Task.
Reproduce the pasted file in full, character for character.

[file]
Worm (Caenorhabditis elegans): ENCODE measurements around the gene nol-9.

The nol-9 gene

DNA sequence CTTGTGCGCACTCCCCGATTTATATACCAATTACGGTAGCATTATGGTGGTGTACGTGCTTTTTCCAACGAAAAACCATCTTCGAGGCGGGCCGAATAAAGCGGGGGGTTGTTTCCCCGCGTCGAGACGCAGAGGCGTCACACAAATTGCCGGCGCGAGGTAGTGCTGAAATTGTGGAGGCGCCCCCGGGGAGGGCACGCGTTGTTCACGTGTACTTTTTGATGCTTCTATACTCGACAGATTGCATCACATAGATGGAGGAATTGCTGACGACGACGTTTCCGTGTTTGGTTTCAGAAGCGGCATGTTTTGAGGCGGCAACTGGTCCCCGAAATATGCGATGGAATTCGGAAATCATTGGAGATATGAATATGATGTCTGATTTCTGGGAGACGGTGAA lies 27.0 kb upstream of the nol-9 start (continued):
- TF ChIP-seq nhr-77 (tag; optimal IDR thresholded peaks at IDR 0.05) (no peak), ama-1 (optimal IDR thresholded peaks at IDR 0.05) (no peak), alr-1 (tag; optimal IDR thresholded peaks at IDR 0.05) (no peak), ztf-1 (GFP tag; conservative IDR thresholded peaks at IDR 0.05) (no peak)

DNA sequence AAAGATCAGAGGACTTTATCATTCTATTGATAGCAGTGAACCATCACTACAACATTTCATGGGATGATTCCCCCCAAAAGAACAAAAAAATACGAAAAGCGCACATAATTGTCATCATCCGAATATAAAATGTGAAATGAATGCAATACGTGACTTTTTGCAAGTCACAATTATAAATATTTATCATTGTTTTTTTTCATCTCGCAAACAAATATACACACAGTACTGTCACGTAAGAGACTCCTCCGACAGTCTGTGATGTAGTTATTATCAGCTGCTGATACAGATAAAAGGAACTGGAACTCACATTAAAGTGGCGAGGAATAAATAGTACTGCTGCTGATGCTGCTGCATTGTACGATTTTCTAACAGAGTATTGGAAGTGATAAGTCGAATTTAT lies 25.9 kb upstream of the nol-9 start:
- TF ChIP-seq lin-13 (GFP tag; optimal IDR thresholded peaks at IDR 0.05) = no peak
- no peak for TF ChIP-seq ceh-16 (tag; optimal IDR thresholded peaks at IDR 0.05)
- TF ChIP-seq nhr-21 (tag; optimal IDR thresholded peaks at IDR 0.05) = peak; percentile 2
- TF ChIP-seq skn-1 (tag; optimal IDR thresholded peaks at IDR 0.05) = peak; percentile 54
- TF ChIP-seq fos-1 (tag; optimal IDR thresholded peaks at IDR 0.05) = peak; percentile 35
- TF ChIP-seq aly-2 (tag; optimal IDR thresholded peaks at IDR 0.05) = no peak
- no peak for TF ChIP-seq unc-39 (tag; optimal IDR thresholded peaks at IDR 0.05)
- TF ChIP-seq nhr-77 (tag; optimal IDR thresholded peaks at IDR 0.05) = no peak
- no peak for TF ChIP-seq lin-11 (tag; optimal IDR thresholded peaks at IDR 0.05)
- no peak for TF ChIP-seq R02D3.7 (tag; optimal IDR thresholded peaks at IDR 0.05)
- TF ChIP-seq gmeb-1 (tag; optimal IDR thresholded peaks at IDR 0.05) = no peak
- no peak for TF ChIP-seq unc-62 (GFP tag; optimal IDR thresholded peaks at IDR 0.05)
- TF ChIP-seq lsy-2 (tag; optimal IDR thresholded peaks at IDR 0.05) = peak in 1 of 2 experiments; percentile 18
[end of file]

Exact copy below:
Worm (Caenorhabditis elegans): ENCODE measurements around the gene nol-9.

The nol-9 gene

DNA sequence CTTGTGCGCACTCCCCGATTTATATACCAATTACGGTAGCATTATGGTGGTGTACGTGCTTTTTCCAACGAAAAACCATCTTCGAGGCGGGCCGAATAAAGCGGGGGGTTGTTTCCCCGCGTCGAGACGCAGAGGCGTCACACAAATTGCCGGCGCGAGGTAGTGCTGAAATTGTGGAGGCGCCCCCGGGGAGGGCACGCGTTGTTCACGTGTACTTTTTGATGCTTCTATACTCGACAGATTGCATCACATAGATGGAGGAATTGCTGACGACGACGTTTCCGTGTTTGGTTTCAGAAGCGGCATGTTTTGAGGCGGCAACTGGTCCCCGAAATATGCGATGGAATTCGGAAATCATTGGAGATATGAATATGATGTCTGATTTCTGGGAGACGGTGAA lies 27.0 kb upstream of the nol-9 start (continued):
- TF ChIP-seq nhr-77 (tag; optimal IDR thresholded peaks at IDR 0.05) (no peak), ama-1 (optimal IDR thresholded peaks at IDR 0.05) (no peak), alr-1 (tag; optimal IDR thresholded peaks at IDR 0.05) (no peak), ztf-1 (GFP tag; conservative IDR thresholded peaks at IDR 0.05) (no peak)

DNA sequence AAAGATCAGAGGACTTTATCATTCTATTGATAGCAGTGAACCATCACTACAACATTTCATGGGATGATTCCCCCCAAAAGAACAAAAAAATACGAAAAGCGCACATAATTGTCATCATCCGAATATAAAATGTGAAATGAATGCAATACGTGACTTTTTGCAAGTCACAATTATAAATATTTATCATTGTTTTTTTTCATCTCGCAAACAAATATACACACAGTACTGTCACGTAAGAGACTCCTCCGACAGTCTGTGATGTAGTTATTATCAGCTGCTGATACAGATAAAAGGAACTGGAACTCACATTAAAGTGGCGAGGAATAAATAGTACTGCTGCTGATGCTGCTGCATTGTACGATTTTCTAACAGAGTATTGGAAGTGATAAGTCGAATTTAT lies 25.9 kb upstream of the nol-9 start:
- TF ChIP-seq lin-13 (GFP tag; optimal IDR thresholded peaks at IDR 0.05) = no peak
- no peak for TF ChIP-seq ceh-16 (tag; optimal IDR thresholded peaks at IDR 0.05)
- TF ChIP-seq nhr-21 (tag; optimal IDR thresholded peaks at IDR 0.05) = peak; percentile 2
- TF ChIP-seq skn-1 (tag; optimal IDR thresholded peaks at IDR 0.05) = peak; percentile 54
- TF ChIP-seq fos-1 (tag; optimal IDR thresholded peaks at IDR 0.05) = peak; percentile 35
- TF ChIP-seq aly-2 (tag; optimal IDR thresholded peaks at IDR 0.05) = no peak
- no peak for TF ChIP-seq unc-39 (tag; optimal IDR thresholded peaks at IDR 0.05)
- TF ChIP-seq nhr-77 (tag; optimal IDR thresholded peaks at IDR 0.05) = no peak
- no peak for TF ChIP-seq lin-11 (tag; optimal IDR thresholded peaks at IDR 0.05)
- no peak for TF ChIP-seq R02D3.7 (tag; optimal IDR thresholded peaks at IDR 0.05)
- TF ChIP-seq gmeb-1 (tag; optimal IDR thresholded peaks at IDR 0.05) = no peak
- no peak for TF ChIP-seq unc-62 (GFP tag; optimal IDR thresholded peaks at IDR 0.05)
- TF ChIP-seq lsy-2 (tag; optimal IDR thresholded peaks at IDR 0.05) = peak in 1 of 2 experiments; percentile 18